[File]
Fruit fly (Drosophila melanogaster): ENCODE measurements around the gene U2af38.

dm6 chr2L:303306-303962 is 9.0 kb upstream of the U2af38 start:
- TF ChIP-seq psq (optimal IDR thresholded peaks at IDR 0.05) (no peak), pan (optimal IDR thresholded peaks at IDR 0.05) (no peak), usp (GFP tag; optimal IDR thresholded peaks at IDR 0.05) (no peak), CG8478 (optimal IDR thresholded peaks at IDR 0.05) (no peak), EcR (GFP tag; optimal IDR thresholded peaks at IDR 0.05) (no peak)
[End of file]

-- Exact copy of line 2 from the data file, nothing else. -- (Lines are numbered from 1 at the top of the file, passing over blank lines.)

dm6 chr2L:303306-303962 is 9.0 kb upstream of the U2af38 start: